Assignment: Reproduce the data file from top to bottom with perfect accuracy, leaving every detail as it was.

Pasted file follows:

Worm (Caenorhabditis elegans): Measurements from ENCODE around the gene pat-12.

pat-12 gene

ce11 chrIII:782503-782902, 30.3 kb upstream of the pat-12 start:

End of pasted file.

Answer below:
Worm (Caenorhabditis elegans): Measurements from ENCODE around the gene pat-12.

pat-12 gene

ce11 chrIII:782503-782902, 30.3 kb upstream of the pat-12 start: